As brands go, Prolimatech is a new one. The company has only been around since 2008, after all, and it offers a bare handful of products. But the company was founded by people who clearly know a lot about CPU cooling, as it’s accrued considerable cred in just a couple of years. Its best-known cooler, the Megahalems, was designed for overclocked 1366 chips. We told Prolimatech about our new Socket 1156 cooling test bed, and the company sent over a newer cooler, ominously named Armageddon.
The Armageddon doesn't come cheap, and the Vortex 14cm fans cost an extra $14 each, but the performance speaks for itself.
At 5.6 inches wide by 2 inches thick by 6.3 inches tall, the Armageddon is wider but slimmer than our champion air cooler, the CM Hyper 212+. While the Hyper has four direct-contact copper heat pipes, the Armageddon’s six heat pipes run through a more standard heat exchanger and up through a stack of heat-dissipation fins. The Armageddon’s mounting system is a bit complex—requiring a backplate, three retention bars, four bolts, four o-rings, four double-headed thumbscrews, four nuts, and two spring screws. But the end result is a stable, solid install with no give and no potential pressure- or torque-related failure points.
The Armageddon supports up to two fans, either 12cm or 14cm, but preferably the latter. In an unusual move, the cooler doesn’t ship with any fans, though Prolimatech shipped us two of its 14cm, 1,000rpm Vortex fans. It’s not that the Armageddon is intended to be fanless—Prolimatech gives you the freedom to add whichever fans you want, preferably its own. We used both Vortex fans to test the Armageddon in push/pull configuration. In the interest of fairness, we added another fan to the Cooler Master 212+, too—we had a spare 212+ around, so we borrowed one of its CM fans.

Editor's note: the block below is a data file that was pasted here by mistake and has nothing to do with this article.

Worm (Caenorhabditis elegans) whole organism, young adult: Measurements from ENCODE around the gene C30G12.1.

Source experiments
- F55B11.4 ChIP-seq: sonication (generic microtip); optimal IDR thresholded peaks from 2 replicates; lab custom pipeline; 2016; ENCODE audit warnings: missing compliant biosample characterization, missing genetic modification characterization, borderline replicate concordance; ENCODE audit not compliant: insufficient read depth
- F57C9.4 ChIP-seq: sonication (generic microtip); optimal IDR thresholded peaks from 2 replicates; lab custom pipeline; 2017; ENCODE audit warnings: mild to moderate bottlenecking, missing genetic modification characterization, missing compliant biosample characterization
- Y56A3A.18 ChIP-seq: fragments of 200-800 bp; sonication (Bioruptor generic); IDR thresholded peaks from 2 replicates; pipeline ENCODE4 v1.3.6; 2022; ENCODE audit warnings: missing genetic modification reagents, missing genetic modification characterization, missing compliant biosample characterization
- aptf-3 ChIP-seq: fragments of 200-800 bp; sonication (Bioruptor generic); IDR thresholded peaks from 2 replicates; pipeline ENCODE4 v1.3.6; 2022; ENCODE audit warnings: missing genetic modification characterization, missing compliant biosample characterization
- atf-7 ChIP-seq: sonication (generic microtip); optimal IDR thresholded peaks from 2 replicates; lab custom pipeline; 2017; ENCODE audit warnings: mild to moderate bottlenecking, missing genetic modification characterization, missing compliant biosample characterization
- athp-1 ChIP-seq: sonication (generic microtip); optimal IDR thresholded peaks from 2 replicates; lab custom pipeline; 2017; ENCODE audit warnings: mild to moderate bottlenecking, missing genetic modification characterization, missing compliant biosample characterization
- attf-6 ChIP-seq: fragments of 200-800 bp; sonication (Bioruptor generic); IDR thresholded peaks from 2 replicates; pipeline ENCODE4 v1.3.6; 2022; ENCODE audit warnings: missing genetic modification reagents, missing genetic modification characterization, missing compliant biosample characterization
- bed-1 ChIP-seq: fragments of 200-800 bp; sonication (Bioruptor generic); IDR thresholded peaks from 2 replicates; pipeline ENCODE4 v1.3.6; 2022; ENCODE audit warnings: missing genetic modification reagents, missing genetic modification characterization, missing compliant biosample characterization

With two 14cm fans in push/pull configuration, the Armageddon trounced the Hyper by 6.5 C—oddly, using two of the Hyper’s stock fans instead of one barely helped the Cooler Master heatsink at all. In mounting-bracket security, looks, and two-fan performance, the Armageddon surpasses our champion. But the Prolimatech cooler costs $65 without fans. Add $28 for the two fans we tested it with, and you’re looking at more than $90 for a CPU cooler. Value-for-dollar, you still can’t beat the Cooler Master 212+. But the Armageddon is a powerful and worthy cooler with a satisfyingly solid mounting mechanism, quiet fans (sold separately), and a lot of oomph.
Powerful and quiet cooling in push/pull with recommended fans; fantastic fan clips; solid mounting bracket.
Pricey; fans solid separately.
Prolimatech Armageddon (two fans)
Cooler Master Hyper 212+ (two fans)
Cooler Master Hyper 212+ (one fan)
100% Burn (C)
Best scores are bolded. Idle temperatures were measured after an hour of inactivity; load temperatures were measured after an hour running Intel’s internal Lynnfield thermal testing utility at 80 percent load. Test system consists of Intel Core i5-750 overclocked to 3.2GHz on an Asus P7P55D Premium board in a Corsair 800D case with stock fans. Temperatures measured via HWMonitor.